Making Boot Camp Social: Five Ways Craigslist Foundation Uses Social Media

Craigslist Foundation Boot Camp brings together leaders from multiple industries to network and share ideas.

This is a guest post from Mat Dryhurst. Dryhurst is Community Manager of Craigslist Foundation, and one half of the LikeMinded team, helping ideas for change travel more efficiently throughout the country.

Boot camps are all about taking on new challenges, building a team, and trudging through the mud.

Craigslist Foundation Boot Camp is just that, but without the mud. We’re hosting an intensive one-day conference to build teams through workshops, idea-sharing and networking.

Craigslist Foundation is a social place by nature; it’s our mission to connect people to the resources, ideas and innovations that improve their communities. Of course, then, social media features heavily in how we operate. Here are a few ways we use social media to promote our event and our cause!

1) Promotional Codes: The More, the Merrier

Promotional codes are our friends. We can’t get enough of them (see below), and because Eventbrite allows for us to make as many as we like, we give individual codes out to everyone involved with Boot Camp. Everyone loves a deal, and a deal feels sweeter coming from an individual you admire rather than an organization.

These codes also allow for us to track the origins of our ticket sales. While we absolutely do not invite speakers on the basis of their number of Twitter followers, it is still useful to see whose evangelism has brought new people to our event, and how their language may have inspired people to get involved.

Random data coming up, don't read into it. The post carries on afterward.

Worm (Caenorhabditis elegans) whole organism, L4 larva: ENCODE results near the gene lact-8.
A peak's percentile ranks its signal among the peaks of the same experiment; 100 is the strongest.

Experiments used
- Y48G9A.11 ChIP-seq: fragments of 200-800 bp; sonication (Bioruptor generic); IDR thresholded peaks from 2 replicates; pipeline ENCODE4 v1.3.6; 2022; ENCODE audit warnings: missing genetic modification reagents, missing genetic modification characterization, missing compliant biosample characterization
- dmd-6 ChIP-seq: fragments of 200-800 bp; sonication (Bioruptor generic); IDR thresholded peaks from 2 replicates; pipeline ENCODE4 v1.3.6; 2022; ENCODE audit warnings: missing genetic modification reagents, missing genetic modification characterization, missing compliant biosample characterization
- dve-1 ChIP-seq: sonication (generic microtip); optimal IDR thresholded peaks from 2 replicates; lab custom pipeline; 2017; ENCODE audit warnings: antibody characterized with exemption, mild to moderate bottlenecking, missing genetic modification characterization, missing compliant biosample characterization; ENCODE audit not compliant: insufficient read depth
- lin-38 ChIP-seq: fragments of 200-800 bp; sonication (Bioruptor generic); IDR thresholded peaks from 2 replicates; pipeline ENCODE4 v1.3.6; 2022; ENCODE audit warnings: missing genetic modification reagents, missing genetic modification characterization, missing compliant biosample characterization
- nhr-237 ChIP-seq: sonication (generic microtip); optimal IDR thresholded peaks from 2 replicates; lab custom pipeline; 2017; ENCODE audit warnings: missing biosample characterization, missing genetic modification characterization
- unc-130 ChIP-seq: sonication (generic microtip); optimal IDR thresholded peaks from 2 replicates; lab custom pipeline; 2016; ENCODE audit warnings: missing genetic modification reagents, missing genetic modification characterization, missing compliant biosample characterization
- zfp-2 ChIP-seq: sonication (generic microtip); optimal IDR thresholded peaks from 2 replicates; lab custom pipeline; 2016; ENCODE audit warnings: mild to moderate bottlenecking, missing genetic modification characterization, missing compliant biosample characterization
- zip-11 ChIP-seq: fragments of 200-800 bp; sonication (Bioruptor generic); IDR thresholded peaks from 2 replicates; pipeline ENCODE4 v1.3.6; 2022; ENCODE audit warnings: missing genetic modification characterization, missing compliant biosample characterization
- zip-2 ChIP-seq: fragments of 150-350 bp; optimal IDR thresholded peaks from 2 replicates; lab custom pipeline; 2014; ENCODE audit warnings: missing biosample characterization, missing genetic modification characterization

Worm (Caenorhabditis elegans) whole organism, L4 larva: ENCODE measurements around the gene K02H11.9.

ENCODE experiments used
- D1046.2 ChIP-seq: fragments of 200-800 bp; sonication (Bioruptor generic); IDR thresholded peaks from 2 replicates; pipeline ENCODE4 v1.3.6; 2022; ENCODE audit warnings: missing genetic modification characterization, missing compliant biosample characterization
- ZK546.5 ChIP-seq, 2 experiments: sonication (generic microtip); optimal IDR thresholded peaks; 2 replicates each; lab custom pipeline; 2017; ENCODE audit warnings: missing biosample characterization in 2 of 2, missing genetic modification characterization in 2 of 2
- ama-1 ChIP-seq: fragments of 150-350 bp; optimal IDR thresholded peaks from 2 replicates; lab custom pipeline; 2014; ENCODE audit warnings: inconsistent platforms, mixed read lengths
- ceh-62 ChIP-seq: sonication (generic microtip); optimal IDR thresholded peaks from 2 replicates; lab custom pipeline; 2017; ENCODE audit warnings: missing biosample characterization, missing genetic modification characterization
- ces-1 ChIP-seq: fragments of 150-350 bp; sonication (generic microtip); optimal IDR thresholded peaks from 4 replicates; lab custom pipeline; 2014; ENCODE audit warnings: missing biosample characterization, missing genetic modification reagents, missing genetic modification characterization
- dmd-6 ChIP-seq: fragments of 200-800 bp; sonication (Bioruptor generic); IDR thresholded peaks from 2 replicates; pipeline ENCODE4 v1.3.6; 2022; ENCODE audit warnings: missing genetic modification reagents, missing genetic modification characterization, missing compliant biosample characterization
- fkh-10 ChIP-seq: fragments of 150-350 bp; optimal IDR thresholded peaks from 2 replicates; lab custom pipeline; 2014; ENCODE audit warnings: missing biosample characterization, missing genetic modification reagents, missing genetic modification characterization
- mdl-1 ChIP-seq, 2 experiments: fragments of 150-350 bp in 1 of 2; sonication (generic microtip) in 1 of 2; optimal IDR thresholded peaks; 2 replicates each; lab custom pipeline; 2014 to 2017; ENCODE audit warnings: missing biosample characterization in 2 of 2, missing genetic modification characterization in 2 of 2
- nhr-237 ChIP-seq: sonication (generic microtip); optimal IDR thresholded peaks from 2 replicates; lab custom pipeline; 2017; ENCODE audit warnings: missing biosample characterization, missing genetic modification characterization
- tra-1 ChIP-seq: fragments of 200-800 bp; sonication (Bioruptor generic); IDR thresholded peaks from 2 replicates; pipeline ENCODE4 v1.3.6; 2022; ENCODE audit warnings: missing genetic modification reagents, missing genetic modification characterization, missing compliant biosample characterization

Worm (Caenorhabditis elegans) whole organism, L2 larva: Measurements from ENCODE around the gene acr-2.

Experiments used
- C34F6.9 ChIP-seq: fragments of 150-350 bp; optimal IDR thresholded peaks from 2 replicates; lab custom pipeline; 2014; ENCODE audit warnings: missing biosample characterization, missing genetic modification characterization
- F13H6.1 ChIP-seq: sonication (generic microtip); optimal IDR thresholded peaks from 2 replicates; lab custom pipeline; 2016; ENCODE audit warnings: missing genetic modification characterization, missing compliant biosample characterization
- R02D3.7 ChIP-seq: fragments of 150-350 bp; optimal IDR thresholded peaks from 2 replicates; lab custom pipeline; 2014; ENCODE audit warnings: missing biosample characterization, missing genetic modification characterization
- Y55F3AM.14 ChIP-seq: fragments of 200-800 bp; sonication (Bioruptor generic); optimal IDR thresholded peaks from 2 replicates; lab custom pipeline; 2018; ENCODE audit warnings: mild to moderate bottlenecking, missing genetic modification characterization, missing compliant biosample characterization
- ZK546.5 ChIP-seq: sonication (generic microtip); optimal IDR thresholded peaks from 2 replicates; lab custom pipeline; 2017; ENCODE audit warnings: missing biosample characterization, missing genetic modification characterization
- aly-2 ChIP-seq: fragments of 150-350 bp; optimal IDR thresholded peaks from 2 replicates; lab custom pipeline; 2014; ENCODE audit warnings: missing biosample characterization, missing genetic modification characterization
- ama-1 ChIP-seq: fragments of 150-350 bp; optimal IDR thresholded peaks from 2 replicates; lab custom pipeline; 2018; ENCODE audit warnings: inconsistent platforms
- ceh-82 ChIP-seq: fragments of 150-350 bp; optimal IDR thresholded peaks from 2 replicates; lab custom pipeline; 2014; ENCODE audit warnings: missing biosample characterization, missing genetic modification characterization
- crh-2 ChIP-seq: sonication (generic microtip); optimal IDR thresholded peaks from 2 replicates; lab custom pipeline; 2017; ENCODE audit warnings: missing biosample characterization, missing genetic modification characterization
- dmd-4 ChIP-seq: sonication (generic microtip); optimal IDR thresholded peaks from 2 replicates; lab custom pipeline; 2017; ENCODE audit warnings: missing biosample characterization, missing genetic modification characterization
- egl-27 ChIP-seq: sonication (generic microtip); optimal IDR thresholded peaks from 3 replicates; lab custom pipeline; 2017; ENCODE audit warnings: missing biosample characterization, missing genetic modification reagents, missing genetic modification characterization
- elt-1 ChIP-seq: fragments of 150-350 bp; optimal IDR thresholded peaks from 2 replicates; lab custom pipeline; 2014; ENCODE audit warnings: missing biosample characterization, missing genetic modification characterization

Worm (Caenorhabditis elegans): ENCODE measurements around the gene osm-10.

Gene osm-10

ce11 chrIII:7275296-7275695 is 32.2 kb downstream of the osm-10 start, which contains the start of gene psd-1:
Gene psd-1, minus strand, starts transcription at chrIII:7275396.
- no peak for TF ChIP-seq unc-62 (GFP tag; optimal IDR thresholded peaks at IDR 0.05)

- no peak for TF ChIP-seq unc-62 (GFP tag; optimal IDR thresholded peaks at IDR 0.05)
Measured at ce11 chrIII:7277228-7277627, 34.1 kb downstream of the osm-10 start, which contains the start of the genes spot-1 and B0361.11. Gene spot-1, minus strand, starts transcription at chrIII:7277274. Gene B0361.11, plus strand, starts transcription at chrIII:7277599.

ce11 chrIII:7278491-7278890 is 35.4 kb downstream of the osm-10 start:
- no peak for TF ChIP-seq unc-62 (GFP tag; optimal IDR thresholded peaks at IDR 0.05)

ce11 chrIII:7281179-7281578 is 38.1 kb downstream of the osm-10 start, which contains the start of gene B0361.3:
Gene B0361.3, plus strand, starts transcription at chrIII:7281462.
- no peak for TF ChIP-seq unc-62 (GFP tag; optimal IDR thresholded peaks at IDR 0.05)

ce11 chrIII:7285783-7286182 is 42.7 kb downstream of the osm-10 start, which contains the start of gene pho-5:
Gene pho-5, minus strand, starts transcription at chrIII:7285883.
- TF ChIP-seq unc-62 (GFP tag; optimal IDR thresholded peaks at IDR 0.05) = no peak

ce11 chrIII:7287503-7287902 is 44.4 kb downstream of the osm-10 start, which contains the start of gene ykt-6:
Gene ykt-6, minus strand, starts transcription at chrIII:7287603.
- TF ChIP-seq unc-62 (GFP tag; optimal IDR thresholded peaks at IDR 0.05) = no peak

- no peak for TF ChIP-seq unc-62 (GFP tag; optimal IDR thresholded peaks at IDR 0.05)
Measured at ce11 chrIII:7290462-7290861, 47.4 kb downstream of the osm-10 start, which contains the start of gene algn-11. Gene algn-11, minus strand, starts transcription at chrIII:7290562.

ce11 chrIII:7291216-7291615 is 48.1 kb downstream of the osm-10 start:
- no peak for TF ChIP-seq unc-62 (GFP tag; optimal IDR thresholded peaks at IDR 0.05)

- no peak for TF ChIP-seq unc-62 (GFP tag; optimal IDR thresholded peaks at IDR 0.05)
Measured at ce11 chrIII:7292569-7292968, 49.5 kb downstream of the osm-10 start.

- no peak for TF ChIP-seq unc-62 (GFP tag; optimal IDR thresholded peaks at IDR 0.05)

2) Followers with Benefits

We offer Boot Camp discounts that are only announced to those listening online, through our presence on Twitter and Facebook.

We see Boot Camp as one part of our greater mission. Incentivizing potential attendees to follow us online helps us keep them in the loop with everything else we have going on throughout the year.

3) Keep your Friends Closer

We use the Hootsuite Twitter client, and take advantage of Twitter lists to stay engaged with our partners and most vocal supporters. This is doubly useful, as it gives us a way to organize our closest online allies in one place, while also making it easier for us to reciprocate and reply and retweet the things they discuss.

4) Just Write, Just Right

We have an internal social media policy with a bias toward expression. If something is on your mind, post it in your own voice. Excited about a meeting? Post that you are and tag the people you are meeting with. Like an organization you saw online? Tell them so.

While we stop short of updating everyone about the contents of our lunch, we think that only good can come from letting the world know that real human beings are behind our Twitter handle. It’s a balance, and somewhere in between solely publishing announcements and telling people what shoes we wore today, is just right.

5) Twitter Speak / Facebook Prose

One of the great benefits of using a client such as Hootsuite is that you can update your Twitter and Facebook from one place, and often times with one click. Overwhelmed with this power, we spent a long time updating our Facebook page with Twitter speak (twtr spk), until we started getting feedback from our Facebook friends that this could be confusing. We now take the time, and take advantage of the greater character count, to update our Facebook with wonderful long words, and enjoy greater interaction as a result!

For more information on Craigslist Foundation Boot Camp, visit the event page. Tickets are available at a 30 percent discount for Eventbrite blog readers, who use discount code: LIKEMINDED.

Join our camp: Follow Eventbrite on Facebook and Twitter.

Photo credit: Jon Bauer